So I think there’s a lot of this kind of really preview perspective of art showing where technologies, where impacts could lead to, what the direction of the future could be. A major tangible, visible, and accessible of course, is the vision. And not as the working prototype for the industry, but as a vision decades before it really happens.

The same thing is with Joachim Sauter, ART+COM. There’s an endless row of good examples of really hardcore media art driven concepts that were discussing the consequences, like in the eighties, they were discussing the consequences of opening up the media into something like a world wide web, which didn’t exist at the time at all, but it was like this notion of co-production in the best sense handing out the authorship to the audience rather than, you know, creating everything on your own.

That is a different political perspective of the artistic approach, of the understanding that the author object relationship is gone, and it’s all becoming an event approach. The artistic process itself was actually the main focus in these early projects, which I think brought a tremendous lot of value also for humanities. If only a few have understood that this aspect is embedded in these kinds of projects way before the Arab Spring. So, but it’s the same consequences. It’s the same kind of functionalities that have been discussed three years earlier. And, and I think that this is a fundamental quality of the art process. And I do stop here and wait for the next question.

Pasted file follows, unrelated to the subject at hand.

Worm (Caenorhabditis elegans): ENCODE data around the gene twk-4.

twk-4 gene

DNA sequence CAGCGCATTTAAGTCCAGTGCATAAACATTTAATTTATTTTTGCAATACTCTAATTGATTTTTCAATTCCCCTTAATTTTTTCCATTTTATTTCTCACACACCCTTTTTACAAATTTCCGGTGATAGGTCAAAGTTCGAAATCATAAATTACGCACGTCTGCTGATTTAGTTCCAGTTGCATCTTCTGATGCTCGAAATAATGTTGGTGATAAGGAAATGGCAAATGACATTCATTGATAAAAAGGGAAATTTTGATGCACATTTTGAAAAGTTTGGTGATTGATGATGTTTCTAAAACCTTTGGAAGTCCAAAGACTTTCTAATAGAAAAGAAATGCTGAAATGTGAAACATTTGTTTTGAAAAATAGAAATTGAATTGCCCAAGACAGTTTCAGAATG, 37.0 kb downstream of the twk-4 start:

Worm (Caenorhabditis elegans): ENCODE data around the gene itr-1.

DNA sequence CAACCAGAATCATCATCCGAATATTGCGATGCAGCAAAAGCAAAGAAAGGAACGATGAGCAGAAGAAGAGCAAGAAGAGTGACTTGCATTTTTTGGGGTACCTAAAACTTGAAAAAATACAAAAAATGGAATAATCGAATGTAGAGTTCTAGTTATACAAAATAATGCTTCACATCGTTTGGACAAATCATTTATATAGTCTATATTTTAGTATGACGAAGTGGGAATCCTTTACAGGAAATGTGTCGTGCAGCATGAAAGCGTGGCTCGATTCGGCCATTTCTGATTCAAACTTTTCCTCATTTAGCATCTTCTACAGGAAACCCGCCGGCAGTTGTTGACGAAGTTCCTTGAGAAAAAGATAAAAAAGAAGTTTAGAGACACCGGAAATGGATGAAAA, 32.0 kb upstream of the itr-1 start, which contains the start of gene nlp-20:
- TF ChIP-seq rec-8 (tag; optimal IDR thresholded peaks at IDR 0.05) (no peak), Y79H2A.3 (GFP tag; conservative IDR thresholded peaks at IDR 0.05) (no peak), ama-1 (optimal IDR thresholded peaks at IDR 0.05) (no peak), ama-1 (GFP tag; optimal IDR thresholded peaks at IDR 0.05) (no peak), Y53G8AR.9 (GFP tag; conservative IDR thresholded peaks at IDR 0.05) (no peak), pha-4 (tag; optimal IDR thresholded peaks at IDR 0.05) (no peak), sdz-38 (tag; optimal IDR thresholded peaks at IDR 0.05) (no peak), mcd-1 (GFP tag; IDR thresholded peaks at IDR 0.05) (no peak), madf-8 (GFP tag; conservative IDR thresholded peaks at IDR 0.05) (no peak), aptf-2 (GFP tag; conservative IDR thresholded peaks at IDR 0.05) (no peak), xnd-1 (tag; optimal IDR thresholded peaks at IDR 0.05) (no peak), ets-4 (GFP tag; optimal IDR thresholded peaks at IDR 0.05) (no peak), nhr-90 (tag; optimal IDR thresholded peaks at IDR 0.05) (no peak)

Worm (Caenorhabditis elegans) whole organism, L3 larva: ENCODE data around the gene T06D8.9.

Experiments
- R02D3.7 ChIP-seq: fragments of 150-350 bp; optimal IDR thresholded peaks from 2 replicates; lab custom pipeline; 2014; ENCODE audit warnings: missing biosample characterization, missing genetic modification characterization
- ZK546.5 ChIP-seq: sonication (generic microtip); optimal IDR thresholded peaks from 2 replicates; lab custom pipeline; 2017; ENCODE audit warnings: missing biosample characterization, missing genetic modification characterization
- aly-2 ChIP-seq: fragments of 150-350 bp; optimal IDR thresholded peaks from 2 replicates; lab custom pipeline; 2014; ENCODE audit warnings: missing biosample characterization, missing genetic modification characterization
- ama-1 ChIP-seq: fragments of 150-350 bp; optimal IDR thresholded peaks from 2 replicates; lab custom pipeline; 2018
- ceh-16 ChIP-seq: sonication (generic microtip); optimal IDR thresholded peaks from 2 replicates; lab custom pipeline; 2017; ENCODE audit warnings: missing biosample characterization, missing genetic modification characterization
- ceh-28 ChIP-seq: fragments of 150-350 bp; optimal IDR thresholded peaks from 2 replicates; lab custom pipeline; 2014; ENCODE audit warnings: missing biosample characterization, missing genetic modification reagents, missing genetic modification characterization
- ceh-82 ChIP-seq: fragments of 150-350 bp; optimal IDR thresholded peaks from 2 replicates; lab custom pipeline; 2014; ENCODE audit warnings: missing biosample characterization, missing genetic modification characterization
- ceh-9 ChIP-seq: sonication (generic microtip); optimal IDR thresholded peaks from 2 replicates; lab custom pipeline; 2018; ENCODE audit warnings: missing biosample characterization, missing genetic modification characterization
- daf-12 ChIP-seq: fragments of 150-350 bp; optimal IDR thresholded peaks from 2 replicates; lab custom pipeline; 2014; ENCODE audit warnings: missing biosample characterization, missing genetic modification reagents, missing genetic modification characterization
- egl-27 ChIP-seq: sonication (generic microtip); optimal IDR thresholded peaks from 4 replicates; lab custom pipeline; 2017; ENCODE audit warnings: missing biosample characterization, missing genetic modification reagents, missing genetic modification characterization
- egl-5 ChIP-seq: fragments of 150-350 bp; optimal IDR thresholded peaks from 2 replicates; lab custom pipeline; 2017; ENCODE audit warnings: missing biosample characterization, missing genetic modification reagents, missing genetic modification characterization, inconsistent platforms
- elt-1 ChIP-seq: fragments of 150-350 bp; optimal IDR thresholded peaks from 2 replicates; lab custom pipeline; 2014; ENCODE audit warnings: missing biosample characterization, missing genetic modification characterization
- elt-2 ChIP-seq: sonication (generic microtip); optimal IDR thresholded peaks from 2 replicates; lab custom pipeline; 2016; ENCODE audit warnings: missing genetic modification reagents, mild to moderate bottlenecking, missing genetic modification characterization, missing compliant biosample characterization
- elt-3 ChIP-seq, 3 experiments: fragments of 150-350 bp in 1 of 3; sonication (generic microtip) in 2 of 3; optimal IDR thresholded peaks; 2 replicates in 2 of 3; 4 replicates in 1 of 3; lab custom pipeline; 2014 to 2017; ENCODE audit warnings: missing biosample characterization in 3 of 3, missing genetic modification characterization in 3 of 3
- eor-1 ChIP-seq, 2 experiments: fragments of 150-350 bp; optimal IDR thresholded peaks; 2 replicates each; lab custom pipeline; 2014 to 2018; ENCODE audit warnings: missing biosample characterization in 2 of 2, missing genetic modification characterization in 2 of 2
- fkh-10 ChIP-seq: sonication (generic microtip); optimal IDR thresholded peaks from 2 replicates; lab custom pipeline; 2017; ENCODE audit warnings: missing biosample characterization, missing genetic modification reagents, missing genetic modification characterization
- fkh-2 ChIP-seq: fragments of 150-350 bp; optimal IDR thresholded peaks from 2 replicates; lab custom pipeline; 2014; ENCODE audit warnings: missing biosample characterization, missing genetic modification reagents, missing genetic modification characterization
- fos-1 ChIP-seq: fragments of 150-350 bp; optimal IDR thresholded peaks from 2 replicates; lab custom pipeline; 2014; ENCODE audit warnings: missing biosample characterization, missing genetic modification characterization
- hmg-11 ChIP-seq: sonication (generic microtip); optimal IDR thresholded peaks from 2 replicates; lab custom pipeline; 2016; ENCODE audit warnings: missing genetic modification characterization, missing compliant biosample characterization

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What do you think might be, or will be this future development in society and economy and in the arts that will most shape our futures? Maybe we can start with society. What do you think are the most influential future developments?

That is, you know, first of all, I’m totally reluctant to prognosis. Not because it’s hard to make a prognosis about the future. It’s about how they are constructed, the way they are executed. They are just extending the present because the analytical mirror, you look at the data that you come in and you try to put your prognosis up to the future and escalate it, maybe even for the next 30 years or so have the challenge that you only can do this by your present perspectives. And they’re the first step anticipation would be the right address to look at our future.

And again, if anticipation is somehow the road to follow, then art again, could play a fantastic role in creating those perspectives. I’d say perspectives, which are less bound in, or based on our present situation, and really could open up new horizons. As I explained before, it has been proven by media art already in so many examples.

That’s one thing, the other thing is: where do I think we go coming from Corona? And I don’t think that Corona is gone at all. Corona was by far the biggest digitalization driving force that we have experienced in the last decades. We have experienced all the different video conference platforms that are existing at the moment, and we have seen all the lags and we are confronted with the lack of communication quality. I’m expecting a lot of special arts driven concepts, and that’s going to be the nearer future, concepts that would overcome the mutation on that conferencing quality that we are facing. It’s like even though I can see your room in your background, I never feel that I would be there. It’s all happening on my surface in front of the camera. The surface that I can touch is flat, but there’s the experience of the space delivered with the video conference, et cetera. I’m expecting a lot of reaction to that learning or experiencing curve that we have.